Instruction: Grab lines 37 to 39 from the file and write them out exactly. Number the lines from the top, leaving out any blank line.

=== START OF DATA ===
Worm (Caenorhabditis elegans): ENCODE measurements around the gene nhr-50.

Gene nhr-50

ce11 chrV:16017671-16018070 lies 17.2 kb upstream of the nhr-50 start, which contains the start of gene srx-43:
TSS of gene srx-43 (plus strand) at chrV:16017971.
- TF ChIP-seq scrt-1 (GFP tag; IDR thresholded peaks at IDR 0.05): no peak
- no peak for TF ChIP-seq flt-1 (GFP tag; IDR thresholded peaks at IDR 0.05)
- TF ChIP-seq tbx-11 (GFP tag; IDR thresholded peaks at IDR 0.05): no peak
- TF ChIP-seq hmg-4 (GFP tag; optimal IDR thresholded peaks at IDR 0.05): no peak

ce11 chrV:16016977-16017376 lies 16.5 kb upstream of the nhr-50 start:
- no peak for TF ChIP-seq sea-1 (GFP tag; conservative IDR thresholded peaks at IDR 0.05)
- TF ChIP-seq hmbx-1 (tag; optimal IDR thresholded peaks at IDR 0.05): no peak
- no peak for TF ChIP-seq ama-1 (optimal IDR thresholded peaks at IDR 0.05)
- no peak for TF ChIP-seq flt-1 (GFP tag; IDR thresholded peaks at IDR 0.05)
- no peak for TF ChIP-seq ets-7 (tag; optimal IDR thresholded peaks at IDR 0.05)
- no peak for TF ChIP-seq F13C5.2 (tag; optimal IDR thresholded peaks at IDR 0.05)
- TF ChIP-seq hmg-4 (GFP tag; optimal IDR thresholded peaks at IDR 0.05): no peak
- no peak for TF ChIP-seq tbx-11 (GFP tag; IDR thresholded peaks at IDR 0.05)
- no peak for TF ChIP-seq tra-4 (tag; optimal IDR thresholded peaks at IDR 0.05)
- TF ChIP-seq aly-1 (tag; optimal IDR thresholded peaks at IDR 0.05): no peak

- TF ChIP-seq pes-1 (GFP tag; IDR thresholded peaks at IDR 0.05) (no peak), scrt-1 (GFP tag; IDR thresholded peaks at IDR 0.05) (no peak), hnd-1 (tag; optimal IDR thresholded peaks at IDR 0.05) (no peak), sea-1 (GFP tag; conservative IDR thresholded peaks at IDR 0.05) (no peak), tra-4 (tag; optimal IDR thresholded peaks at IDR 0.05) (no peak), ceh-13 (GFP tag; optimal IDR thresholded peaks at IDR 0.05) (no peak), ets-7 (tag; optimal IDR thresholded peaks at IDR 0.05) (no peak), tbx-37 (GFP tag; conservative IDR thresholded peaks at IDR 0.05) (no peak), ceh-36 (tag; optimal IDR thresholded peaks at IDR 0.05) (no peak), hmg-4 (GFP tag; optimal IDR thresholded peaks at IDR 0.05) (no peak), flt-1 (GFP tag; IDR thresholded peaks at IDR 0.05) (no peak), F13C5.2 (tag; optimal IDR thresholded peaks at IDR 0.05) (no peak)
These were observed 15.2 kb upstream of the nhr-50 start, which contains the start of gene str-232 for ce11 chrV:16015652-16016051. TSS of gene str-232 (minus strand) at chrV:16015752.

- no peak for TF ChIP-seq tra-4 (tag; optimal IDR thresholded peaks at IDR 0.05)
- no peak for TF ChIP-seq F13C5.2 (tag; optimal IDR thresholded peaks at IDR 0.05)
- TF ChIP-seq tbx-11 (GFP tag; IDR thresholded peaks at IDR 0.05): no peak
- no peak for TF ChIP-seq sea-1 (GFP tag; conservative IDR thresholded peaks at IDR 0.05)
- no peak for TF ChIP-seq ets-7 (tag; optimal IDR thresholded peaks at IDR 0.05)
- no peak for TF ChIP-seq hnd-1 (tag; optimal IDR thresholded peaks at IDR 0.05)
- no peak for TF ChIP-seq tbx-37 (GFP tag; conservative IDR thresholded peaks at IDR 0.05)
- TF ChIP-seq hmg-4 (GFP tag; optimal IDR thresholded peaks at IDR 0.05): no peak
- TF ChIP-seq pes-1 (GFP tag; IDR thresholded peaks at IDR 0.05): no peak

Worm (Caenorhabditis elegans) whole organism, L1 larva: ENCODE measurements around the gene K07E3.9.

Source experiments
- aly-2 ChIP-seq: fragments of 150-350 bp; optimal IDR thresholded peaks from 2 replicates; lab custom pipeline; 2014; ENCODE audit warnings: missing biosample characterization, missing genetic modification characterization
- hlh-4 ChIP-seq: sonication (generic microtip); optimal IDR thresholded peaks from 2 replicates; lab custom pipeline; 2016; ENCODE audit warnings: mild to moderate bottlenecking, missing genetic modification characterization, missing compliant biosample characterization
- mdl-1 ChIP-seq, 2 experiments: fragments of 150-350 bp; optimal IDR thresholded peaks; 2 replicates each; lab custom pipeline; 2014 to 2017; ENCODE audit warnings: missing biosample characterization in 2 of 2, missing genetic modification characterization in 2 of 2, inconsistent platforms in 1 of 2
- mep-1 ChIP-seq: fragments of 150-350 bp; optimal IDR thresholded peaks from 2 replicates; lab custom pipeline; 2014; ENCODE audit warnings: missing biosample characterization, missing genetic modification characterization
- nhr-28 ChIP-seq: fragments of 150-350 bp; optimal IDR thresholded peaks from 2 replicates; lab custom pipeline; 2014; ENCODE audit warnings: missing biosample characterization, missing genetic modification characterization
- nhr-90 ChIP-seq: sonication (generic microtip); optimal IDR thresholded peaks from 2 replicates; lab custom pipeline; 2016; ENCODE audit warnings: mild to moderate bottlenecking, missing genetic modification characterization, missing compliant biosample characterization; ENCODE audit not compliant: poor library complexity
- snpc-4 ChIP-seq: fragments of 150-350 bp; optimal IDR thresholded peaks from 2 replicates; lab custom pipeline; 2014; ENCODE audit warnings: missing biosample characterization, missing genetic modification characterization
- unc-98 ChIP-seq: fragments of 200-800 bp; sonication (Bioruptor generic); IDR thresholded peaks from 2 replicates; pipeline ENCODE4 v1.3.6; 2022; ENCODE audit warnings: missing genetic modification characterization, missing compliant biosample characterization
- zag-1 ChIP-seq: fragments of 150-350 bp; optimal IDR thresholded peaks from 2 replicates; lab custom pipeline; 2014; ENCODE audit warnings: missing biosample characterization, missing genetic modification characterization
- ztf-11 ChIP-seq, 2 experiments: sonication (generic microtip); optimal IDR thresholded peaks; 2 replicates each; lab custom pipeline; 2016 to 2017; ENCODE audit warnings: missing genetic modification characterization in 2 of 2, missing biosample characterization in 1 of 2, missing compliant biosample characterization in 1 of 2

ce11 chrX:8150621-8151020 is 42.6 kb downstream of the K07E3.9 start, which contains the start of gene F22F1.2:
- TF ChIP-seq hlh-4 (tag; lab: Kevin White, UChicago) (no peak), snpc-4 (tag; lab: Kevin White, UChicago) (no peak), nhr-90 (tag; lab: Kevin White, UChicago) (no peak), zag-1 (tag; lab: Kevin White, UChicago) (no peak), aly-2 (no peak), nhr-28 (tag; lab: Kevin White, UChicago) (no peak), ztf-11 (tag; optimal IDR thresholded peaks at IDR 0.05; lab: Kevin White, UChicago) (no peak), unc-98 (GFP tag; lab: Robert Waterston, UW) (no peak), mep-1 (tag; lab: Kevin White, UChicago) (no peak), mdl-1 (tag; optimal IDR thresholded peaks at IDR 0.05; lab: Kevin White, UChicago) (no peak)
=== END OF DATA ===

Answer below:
- nhr-28 ChIP-seq: fragments of 150-350 bp; optimal IDR thresholded peaks from 2 replicates; lab custom pipeline; 2014; ENCODE audit warnings: missing biosample characterization, missing genetic modification characterization
- nhr-90 ChIP-seq: sonication (generic microtip); optimal IDR thresholded peaks from 2 replicates; lab custom pipeline; 2016; ENCODE audit warnings: mild to moderate bottlenecking, missing genetic modification characterization, missing compliant biosample characterization; ENCODE audit not compliant: poor library complexity
- snpc-4 ChIP-seq: fragments of 150-350 bp; optimal IDR thresholded peaks from 2 replicates; lab custom pipeline; 2014; ENCODE audit warnings: missing biosample characterization, missing genetic modification characterization